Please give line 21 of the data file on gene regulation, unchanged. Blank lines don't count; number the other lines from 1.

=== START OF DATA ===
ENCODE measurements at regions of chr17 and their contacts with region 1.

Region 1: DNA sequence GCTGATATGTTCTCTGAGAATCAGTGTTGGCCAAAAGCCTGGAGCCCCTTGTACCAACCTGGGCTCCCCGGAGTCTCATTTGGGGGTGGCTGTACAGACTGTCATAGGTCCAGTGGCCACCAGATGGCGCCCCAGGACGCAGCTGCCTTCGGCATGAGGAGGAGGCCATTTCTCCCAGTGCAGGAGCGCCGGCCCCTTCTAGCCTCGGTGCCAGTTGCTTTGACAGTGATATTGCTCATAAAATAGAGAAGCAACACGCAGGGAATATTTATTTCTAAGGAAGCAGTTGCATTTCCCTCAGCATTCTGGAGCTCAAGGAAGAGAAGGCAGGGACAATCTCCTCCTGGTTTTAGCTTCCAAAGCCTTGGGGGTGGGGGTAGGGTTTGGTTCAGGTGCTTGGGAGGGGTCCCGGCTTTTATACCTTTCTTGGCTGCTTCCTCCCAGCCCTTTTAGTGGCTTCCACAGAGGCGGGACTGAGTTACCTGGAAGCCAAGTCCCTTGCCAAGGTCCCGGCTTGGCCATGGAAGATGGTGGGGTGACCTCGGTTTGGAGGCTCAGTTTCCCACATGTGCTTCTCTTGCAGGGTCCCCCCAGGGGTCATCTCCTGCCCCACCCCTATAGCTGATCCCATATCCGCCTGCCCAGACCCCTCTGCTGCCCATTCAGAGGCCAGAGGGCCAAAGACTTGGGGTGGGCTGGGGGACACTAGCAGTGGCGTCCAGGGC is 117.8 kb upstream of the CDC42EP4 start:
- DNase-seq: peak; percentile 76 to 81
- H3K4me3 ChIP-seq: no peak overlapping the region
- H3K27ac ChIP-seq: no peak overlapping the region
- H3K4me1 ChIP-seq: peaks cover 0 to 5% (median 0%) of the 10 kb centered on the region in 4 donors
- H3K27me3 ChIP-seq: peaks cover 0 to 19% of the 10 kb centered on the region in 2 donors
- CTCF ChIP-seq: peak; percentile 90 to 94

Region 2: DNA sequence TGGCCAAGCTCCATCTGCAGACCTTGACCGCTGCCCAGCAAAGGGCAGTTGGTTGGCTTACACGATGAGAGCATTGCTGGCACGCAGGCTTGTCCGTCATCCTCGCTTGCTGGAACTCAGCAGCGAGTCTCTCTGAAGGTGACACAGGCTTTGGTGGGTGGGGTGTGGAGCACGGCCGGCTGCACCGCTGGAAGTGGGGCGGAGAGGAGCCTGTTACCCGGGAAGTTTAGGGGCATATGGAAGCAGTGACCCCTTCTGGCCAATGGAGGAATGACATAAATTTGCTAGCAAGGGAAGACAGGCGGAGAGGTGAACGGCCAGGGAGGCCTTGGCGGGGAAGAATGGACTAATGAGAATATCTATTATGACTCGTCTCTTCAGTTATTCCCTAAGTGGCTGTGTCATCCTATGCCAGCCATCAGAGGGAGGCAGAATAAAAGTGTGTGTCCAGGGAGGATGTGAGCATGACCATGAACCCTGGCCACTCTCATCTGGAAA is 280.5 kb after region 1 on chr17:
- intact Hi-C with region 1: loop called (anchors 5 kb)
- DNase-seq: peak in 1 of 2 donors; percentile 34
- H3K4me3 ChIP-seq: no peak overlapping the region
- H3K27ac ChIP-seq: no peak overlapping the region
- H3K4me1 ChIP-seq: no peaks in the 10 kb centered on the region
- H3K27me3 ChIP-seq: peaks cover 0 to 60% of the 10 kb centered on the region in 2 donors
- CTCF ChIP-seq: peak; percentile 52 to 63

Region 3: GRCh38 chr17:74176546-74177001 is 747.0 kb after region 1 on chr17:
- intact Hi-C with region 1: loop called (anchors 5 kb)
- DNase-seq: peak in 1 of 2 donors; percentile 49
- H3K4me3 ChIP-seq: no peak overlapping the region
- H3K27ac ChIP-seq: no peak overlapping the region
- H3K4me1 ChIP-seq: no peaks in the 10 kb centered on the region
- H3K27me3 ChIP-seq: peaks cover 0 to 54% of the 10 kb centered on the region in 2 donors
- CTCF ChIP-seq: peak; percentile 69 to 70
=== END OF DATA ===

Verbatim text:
- H3K27ac ChIP-seq: no peak overlapping the region